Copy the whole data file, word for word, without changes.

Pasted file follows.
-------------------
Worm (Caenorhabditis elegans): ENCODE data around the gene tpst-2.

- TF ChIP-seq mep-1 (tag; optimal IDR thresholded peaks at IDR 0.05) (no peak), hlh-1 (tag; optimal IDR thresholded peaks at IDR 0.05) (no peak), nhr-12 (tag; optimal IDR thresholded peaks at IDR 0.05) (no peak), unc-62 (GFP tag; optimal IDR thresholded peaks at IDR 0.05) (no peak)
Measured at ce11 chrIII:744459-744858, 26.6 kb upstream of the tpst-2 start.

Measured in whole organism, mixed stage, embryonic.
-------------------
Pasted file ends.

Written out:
Worm (Caenorhabditis elegans): ENCODE data around the gene tpst-2.

- TF ChIP-seq mep-1 (tag; optimal IDR thresholded peaks at IDR 0.05) (no peak), hlh-1 (tag; optimal IDR thresholded peaks at IDR 0.05) (no peak), nhr-12 (tag; optimal IDR thresholded peaks at IDR 0.05) (no peak), unc-62 (GFP tag; optimal IDR thresholded peaks at IDR 0.05) (no peak)
Measured at ce11 chrIII:744459-744858, 26.6 kb upstream of the tpst-2 start.

Measured in whole organism, mixed stage, embryonic.